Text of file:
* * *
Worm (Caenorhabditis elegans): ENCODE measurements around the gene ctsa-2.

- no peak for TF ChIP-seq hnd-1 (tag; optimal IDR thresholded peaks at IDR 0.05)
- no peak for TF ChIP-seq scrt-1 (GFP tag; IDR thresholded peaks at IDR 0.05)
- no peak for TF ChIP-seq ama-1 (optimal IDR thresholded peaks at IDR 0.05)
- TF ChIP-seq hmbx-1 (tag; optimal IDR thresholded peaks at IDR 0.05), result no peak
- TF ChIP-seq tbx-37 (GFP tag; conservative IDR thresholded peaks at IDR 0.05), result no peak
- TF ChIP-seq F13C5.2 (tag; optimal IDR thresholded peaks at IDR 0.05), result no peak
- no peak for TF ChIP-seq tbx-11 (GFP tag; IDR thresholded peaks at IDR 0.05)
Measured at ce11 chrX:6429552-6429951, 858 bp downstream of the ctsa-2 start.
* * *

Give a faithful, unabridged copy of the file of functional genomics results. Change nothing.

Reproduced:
Worm (Caenorhabditis elegans): ENCODE measurements around the gene ctsa-2.

- no peak for TF ChIP-seq hnd-1 (tag; optimal IDR thresholded peaks at IDR 0.05)
- no peak for TF ChIP-seq scrt-1 (GFP tag; IDR thresholded peaks at IDR 0.05)
- no peak for TF ChIP-seq ama-1 (optimal IDR thresholded peaks at IDR 0.05)
- TF ChIP-seq hmbx-1 (tag; optimal IDR thresholded peaks at IDR 0.05), result no peak
- TF ChIP-seq tbx-37 (GFP tag; conservative IDR thresholded peaks at IDR 0.05), result no peak
- TF ChIP-seq F13C5.2 (tag; optimal IDR thresholded peaks at IDR 0.05), result no peak
- no peak for TF ChIP-seq tbx-11 (GFP tag; IDR thresholded peaks at IDR 0.05)
Measured at ce11 chrX:6429552-6429951, 858 bp downstream of the ctsa-2 start.